Improving the regression testing infrastructure
it9zui001 at sneakemail.com
Fri Mar 29 05:21:23 CST 2002
I know regression testing isn't as interesting as
doing real development, and so I appologize with once
again spamming the list with regression questions...
As I've been writing tests (only for the last
week or so), I realized that as we get a lot more tests,
it will be very difficult to keep track of what is being
tested, and what is not. I'd like to propose a list of
which functions for each DLL are being tested, which file
tests it, as well as any comments on the current tests.
Currently, there is no great way to do this. I
may use several functions in a directed test which I am
not actually testing (for instance I've found it
necessary to retrieve the page-size using GetSystemInfo,
but my tests have nothing to do with this function, and
so writing a directed test for it is a task for another
day). Thus just grepping for which functions are used in
a test is not sufficient.
Also, I have found that some functions, or even
specific task functions are very difficult to test, and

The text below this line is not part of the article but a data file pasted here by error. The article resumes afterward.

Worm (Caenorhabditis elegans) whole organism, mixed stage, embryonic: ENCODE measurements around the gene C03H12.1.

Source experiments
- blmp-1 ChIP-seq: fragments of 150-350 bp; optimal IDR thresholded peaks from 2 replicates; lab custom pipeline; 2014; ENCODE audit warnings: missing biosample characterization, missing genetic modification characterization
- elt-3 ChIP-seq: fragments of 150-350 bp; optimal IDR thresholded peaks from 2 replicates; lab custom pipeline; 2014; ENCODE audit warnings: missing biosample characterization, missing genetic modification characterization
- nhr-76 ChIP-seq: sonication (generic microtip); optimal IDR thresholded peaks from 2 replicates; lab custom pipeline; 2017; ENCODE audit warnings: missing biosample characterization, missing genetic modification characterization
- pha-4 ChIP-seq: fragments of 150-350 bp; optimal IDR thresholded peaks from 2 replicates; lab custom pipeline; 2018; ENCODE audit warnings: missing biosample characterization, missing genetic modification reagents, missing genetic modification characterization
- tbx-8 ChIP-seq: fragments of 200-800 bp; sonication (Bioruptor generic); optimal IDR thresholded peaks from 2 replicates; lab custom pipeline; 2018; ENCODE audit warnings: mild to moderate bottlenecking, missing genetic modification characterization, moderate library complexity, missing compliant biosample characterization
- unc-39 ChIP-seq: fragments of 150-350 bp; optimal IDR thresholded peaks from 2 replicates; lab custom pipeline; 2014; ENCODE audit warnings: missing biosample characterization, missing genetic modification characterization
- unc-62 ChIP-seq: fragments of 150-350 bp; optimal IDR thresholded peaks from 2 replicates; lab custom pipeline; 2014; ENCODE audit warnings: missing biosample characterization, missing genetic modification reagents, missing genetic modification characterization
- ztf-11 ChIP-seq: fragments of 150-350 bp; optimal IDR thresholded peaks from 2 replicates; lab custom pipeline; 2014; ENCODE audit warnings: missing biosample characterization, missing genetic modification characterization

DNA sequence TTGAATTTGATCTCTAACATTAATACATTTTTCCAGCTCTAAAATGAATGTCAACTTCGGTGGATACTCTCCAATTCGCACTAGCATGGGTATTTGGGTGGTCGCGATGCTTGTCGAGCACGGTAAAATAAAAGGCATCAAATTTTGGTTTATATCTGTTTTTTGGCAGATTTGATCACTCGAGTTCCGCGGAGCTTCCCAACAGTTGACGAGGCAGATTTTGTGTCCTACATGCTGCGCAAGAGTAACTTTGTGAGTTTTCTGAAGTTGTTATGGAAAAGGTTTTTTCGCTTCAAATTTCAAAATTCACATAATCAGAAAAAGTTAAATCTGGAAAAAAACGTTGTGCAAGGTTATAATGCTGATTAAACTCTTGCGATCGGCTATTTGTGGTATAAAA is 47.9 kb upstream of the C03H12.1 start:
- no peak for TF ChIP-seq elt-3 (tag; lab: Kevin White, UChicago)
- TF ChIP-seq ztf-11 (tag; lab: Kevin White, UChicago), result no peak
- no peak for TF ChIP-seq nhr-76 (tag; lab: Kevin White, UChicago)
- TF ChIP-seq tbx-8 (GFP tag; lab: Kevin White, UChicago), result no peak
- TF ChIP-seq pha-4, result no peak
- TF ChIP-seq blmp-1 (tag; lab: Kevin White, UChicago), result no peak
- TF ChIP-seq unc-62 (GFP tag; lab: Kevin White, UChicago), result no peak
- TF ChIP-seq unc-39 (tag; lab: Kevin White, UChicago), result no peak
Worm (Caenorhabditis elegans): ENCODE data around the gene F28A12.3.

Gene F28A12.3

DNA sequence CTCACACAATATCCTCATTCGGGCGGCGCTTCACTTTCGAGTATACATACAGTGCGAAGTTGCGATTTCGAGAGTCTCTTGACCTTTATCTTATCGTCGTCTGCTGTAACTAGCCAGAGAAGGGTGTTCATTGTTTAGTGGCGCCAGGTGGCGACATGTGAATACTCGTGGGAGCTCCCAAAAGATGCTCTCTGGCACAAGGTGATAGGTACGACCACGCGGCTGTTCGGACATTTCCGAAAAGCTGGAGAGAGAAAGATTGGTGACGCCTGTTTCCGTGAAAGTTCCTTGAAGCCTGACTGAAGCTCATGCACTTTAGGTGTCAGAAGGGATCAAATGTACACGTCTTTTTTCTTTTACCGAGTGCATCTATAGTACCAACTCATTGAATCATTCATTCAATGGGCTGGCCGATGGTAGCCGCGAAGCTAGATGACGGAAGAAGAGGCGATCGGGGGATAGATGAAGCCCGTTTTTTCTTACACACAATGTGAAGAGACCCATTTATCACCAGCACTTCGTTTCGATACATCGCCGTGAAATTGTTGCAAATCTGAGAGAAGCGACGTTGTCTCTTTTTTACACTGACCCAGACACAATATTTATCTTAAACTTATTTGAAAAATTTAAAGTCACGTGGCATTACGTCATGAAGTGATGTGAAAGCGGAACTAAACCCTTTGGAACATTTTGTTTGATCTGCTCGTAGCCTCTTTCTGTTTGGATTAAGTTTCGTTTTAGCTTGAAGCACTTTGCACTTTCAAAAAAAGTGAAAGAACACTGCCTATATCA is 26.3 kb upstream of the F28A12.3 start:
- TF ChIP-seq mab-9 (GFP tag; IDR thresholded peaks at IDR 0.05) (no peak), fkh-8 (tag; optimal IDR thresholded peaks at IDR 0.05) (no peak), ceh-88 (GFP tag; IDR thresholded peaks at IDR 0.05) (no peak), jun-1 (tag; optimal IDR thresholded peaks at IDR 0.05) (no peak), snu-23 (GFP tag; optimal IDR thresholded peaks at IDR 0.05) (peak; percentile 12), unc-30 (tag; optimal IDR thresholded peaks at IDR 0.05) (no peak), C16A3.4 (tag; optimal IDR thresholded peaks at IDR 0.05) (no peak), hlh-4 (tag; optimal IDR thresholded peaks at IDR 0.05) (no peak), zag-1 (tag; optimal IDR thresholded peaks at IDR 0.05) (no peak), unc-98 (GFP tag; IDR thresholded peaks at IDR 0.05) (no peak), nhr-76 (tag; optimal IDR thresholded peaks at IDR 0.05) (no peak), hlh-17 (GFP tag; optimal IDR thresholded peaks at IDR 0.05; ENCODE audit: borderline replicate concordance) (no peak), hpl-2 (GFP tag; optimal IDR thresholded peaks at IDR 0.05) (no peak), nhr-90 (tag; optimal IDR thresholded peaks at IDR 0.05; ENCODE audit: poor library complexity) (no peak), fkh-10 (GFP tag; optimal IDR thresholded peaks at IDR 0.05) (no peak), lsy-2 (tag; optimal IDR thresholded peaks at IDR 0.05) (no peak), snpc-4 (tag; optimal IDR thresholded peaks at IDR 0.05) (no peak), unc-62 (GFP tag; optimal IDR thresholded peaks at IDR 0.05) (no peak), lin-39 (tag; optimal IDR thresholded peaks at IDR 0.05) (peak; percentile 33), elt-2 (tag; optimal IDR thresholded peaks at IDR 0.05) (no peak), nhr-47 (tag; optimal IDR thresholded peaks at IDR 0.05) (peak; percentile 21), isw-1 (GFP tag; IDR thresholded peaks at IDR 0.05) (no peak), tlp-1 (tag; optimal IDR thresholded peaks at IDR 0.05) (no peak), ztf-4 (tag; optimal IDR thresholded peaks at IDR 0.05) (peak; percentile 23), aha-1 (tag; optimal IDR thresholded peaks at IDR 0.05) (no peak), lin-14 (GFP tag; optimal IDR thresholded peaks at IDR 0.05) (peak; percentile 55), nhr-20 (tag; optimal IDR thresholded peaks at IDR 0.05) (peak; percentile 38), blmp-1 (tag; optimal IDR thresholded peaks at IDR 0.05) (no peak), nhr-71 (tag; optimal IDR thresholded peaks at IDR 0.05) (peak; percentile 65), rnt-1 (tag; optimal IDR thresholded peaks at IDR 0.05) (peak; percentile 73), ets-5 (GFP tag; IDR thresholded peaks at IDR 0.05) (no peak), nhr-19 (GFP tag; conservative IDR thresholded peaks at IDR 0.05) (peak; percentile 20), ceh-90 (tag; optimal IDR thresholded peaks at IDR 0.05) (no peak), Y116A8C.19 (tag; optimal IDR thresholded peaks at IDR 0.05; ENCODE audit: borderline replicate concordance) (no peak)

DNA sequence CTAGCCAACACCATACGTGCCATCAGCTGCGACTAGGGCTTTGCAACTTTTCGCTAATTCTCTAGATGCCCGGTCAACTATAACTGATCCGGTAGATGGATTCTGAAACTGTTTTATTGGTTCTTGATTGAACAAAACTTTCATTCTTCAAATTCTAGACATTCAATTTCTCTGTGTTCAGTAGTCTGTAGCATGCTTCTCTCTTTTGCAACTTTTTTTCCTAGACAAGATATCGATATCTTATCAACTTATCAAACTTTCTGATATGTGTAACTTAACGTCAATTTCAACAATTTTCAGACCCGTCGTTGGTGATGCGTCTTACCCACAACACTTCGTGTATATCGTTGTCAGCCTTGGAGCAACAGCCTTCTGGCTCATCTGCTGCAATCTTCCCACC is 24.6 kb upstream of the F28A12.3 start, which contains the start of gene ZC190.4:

so I've been leaving these out so that perhaps people ore
skilled than myself could take a crack at them late (A
good example is testing inheritance with CreateThread.
It is a task that is beyond my capabilities at the
moment, at least until I can find a good way to test
CreateProcess...this would be much easier if Windows had
something equivalent to 'fork'). In any case, I've tried
to be thorough about commenting what I do and don't test,
but it would be a lot more convenient if this information
was more easily parsed than trying to find my comments
intersperesed through the tests.
So does anyone thing that creating a easily
parsable list with the state of the current tests is this
a reasonable thing to do, and would creating a simple
file in each /tests directory with the information be
good enough? If so, I can add one to my next test, and
update it with what I've done so far.
In general, while Francois' presentation is a
good place to get started, I think it'd be a lot easier
if there was a document off of winehq with
recommendations on how to build, test, and document
tests. Lowering the difficulty threshold, is more likely
to draw more people to do so.
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